Opening Call: The Australian share market is to open higher.
Australia’s S&P/ASX 200 index closed 0.5% lower. Energy stocks were the biggest drag on the benchmark index, closing 3.1% lower, while technology stocks provided a boost, finishing 1.0% higher.
U.S. stock indexes rose after Russia said it had pulled back some troops from the Ukrainian border. The S&P 500 climbed 1.6%, snapping a three-day losing streak. The blue-chip Dow Jones Industrial Average gained 1.2%, while the technology-heavy Nasdaq Composite Index added 2.5%. The advance came as investors’ fears about a conflict between Ukraine and Russia dampened. Investors also have been weighing inflation concerns, as well as signs of easing supply-chain issues.
“We have two big crosscurrents. One that has been out there for a while, which is inflation. The other being in the near term – which has ramped up over the last week-which is Russia,” said David Kalis, manager of the Future Fund Active ETF. The Nikkei Stock Average closed 0.8% lower amid uncertainties over the U.S. central bank’s pace of tightening and geopolitical tensions between Ukraine and Russia. Financial stocks were among the worst performers, with Sumitomo Mitsui Financial Group slipping 1.0% and Mitsubishi UFJ Financial Group 2.6% lower.
Gold futures ended lower as the steady march toward conflict in Russia over Ukraine was seen easing somewhat, weakening the case for safe-haven bullion after the commodity rallied to highs not seen since mid November.
April gold ended 1% lower to trade at $1,851.10 an ounce. For now, gold prices have backed off as Russian President Vladimir Putin has “pulled his needle away from the balloon” that has recently formed in gold prices, fueled by inflation, and the “pain trade is becoming less of a threat,” said Adam Koos, president at Libertas Wealth Management Group.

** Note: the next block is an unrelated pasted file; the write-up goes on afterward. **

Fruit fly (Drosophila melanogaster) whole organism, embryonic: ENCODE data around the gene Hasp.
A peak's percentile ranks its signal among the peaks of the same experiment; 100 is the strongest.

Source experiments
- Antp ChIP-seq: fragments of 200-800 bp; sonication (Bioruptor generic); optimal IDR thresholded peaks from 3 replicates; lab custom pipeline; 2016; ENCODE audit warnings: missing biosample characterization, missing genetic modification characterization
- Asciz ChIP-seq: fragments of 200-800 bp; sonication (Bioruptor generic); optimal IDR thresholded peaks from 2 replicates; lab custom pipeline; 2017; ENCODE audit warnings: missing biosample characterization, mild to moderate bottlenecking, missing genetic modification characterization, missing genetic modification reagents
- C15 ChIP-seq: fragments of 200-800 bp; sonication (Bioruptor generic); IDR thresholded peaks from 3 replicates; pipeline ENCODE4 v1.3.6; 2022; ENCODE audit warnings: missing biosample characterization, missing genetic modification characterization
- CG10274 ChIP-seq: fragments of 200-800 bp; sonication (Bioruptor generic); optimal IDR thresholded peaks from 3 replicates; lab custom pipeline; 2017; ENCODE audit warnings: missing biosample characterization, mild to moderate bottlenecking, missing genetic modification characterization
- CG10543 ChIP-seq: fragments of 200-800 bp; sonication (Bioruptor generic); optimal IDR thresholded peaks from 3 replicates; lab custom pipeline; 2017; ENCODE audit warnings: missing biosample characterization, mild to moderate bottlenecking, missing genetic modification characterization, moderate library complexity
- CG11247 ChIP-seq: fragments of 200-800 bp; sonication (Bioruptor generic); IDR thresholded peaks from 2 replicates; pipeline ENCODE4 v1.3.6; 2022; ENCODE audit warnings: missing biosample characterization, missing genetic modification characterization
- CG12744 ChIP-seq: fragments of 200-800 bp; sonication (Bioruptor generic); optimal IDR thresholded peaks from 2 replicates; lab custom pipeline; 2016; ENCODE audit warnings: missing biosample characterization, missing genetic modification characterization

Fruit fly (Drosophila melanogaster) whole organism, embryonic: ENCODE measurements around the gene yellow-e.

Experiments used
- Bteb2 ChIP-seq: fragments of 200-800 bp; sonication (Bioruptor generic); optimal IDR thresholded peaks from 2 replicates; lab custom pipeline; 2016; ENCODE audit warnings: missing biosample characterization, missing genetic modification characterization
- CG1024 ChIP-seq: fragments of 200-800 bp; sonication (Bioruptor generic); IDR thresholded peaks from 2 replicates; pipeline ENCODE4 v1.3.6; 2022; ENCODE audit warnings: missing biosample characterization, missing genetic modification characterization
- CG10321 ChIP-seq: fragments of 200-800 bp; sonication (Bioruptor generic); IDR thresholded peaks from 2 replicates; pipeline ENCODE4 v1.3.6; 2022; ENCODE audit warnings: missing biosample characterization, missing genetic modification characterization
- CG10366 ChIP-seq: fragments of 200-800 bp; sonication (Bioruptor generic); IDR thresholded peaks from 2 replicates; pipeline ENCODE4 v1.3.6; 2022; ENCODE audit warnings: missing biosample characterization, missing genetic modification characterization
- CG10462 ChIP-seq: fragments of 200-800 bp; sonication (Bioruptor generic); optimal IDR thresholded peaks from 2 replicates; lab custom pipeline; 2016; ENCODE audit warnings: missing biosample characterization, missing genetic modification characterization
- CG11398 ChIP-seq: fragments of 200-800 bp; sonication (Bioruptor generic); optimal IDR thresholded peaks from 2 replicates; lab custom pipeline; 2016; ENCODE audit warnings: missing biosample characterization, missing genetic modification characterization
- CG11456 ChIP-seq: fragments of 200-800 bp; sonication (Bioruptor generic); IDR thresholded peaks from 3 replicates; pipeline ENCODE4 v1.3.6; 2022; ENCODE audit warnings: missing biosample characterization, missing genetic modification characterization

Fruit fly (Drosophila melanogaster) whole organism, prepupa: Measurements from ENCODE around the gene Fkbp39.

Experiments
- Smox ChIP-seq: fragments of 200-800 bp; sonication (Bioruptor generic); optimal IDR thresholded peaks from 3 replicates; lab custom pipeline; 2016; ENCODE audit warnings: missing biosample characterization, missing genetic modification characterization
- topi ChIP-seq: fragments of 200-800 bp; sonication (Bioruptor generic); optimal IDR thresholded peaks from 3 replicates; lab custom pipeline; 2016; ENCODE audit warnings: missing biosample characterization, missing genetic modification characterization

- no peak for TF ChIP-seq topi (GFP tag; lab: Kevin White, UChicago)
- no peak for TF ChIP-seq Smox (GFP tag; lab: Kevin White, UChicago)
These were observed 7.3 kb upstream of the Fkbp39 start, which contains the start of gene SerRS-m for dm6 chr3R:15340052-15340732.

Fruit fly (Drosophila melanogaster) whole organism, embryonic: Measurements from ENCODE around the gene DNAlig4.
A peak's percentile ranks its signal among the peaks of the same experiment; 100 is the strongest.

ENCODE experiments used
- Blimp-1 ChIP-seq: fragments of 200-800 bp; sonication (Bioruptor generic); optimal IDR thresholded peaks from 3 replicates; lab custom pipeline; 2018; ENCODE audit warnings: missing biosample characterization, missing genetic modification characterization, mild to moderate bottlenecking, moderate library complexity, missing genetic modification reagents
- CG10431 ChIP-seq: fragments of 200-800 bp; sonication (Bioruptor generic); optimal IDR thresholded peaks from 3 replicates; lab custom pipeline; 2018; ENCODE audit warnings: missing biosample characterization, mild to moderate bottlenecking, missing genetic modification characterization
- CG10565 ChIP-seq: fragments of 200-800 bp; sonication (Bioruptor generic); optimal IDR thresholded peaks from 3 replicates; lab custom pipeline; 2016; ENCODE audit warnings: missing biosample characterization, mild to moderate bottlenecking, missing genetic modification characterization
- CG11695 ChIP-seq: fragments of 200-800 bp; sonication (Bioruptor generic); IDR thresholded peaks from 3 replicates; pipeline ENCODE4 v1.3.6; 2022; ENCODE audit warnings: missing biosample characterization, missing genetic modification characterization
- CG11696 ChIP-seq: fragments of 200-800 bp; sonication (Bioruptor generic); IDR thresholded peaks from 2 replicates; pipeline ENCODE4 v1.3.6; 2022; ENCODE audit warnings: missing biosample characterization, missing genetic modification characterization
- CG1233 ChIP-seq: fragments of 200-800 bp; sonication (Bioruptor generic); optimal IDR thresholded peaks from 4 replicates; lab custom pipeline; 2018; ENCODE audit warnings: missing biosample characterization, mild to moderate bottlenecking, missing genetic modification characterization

Oil futures posted a loss of nearly 4%, a day after settling at their highest level in more than seven years, as Russia said some troops were returning to their bases after military exercises near the border with Ukraine, easing some fears of an invasion. West Texas Intermediate crude for March delivery fell 3.6% to settle at $92.07 a barrel on the New York Mercantile Exchange. April Brent crude, the global benchmark, fell 3.3% to $93.28 a barrel on ICE Futures Europe.
“The key question for this market is how much Ukrainian war premium is in this market,” said Phil Flynn, senior market analyst at The Price Futures Group, in a note. “If Russia does pull back, can oil fall $10 … or $20 in the event that the Russian-Ukraine situation is diffused?”
Major currencies were mixed against the US dollar in European and US trade. The Euro rose from lows near US$1.1310 to around US$1.1365 and was near US$1.1360 in afternoon US trade. The
Aussie dollar rose from near US71 cents to US71.55 cents and was near US71.50 cents in afternoon US trade. But the Japanese yen eased from near 115.25 yen per US dollar to JPY115.87 and was
near JPY115.62 in afternoon US trade.
European sharemarkets were firmer on Tuesday on reports that some Russian troops near Ukraine were returning to their bases. Healthcare rose by 2.2% with shares in AstraZeneca up 5.8% after
positive updates from a late-stage trial for a prostate cancer treatment. The pan-European STOXX 600 index rose by 1.4%. The German Dax index rose 2.0% and the UK FTSE index rose by 1.0%.
In London trade, shares in Rio Tinto fell 1.3% and BHP lost 1.5%.
Chinese shares closed higher, supported by liquor makers. The Shanghai Composite Index rose 0.5%, the Shenzhen Composite Index advanced 1.4%, and the ChiNext Price Index gained 3.1%. Stocks of Chinese liquor makers were higher amid the festive mood surrounding the Beijing Olympics. Iron-ore stocks may be in focus following reports that Chinese authorities plan to dispatch teams to commodity exchanges and ports to conduct checks on the iron-ore market.